True heroism doesn’t require a cape or some superpower; all true heroism requires is a willingness to act when someone else is in need. In many ways, Notre Dame inspires its students to perform tasks that would fit into this definition of true heroism. We don’t run into burning buildings to save kittens on a regular basis but people here are, more often than not, willing to lend a hand to others and serve people in a variety of ways. Before coming here, I believed that the service portion of the “faith, football and service” saying that was supposedly the foundation for ND students, was just volunteer work; but after spending just a few short weeks here, I’ve realized otherwise.
One thing that I will most certainly never forget was the first day I arrived on campus. Just about a month ago, my family and I drove up to the back of my gorgeous dorm, Fisher Hall. Upon parking, I was greeted by a little over a dozen guys who serenaded me with the dorm’s song, asked me what room I was in, took my bags, placed them outside of my room and lofted my bed before I even stepped foot through my door! This sort of service to one another and the world at large is what Notre Dame is built on. Although such actions may seem small, this service to my family and I was heroic.
This past Friday however, I met someone who displayed even more heroism than the kind men of Fisher. I met one of my favorite architects of all time, Marianne Cusato! Ms. Cusato is an ND grad who does work in the area of emergency housing (she is the woman in the “What Would You Fight For” commercial, if you’ve seen it. If not, you're in luck because I've included the video below). She is most famous for her alternative to the FEMA trailers, which was what FEMA used to temporarily house victims of hurricane Katrina. In comparison to the trailers, Cusato’s “Katrina Cottages” were better looking, stronger, and cozier. She gave families homes to live in, not tin cans to struggle in. She does what is the definition of serving the community as an architect, and I have wanted to serve the community through my work, just as she has, for years now. I was honored to simply know that she graduated from my school. Who knew that I’d be shaking her hand just three weeks into my first semester?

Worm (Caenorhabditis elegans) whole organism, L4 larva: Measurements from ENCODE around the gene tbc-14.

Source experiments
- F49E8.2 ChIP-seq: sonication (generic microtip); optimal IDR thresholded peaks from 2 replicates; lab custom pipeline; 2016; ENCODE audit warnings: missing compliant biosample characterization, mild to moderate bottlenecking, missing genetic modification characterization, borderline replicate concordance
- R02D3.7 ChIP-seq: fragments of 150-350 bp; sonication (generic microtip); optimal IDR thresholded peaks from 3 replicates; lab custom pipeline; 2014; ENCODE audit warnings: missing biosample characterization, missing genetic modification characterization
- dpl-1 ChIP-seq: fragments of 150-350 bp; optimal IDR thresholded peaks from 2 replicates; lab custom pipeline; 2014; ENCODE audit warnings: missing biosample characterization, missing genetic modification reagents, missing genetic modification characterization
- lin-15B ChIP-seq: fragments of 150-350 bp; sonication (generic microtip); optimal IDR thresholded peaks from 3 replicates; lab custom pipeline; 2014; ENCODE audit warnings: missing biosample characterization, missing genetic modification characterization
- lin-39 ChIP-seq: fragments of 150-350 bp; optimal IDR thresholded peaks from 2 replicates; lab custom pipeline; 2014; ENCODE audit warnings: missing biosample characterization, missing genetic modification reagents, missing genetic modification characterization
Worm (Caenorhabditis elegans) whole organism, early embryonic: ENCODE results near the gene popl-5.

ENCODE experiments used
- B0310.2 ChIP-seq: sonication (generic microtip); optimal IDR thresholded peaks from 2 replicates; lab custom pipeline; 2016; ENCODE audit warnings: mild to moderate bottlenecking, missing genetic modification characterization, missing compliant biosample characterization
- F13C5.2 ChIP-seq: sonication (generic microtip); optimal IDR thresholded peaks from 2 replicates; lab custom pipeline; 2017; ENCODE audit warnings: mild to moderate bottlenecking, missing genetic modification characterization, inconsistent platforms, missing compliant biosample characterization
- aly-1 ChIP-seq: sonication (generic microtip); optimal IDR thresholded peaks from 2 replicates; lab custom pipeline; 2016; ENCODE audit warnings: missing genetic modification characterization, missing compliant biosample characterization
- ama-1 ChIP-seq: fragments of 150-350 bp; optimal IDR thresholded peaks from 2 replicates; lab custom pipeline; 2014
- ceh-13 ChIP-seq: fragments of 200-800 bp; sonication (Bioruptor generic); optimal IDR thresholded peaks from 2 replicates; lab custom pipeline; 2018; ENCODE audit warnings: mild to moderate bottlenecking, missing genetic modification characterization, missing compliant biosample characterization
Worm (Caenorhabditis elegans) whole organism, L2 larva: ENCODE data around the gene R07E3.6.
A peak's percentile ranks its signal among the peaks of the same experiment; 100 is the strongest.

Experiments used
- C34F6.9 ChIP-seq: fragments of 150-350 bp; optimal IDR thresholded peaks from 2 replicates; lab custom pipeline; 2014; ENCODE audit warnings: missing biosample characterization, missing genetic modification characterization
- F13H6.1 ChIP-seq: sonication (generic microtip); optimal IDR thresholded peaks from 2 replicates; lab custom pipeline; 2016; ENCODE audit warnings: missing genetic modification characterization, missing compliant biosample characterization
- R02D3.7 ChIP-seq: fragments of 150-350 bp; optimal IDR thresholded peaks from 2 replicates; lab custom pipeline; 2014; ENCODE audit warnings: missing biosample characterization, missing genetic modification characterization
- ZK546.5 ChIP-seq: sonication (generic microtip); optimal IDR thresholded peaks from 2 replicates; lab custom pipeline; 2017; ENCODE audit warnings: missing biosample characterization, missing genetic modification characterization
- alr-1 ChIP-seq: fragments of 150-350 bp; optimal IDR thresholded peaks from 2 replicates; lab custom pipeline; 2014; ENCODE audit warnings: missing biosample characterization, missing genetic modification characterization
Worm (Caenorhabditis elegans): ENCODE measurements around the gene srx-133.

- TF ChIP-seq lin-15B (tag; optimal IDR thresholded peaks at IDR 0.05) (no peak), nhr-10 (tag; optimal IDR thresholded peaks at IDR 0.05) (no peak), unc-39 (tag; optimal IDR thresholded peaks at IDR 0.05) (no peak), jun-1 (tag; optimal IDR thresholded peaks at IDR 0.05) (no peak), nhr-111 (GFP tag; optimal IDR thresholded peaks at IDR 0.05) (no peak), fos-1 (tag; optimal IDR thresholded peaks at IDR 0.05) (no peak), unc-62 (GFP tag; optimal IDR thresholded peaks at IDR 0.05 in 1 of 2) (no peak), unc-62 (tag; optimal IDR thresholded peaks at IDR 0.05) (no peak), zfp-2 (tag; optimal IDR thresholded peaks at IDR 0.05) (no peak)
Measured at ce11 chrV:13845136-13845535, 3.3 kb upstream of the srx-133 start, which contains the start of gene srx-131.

Well apparently, my professor invited her to speak to us some time ago and she accepted, taking time out of her assuredly insane schedule to speak to a bunch of freshmen, many of which aren’t even sure whether or not architecture is for them.
After telling us her story, she opened the floor to questions. Students lined up to shake her hand and ask her questions about her work and success. She answered every single person and even gave advice on how to be successful inside and outside of the classroom. She was so very kind, eager to answer questions and willing to listen to us talk about our aspirations and ask for her advice. It blew me away. She offered to sit down and talk to any of us that expressed interest in a longer conversation.
Such kindness and compassion is extraordinary in most parts of the world, but at Notre Dame, it was just a part of a Friday afternoon. We serve each other and welcome one another with open arms. It’s obvious that Notre Dame raises heroes not graduates.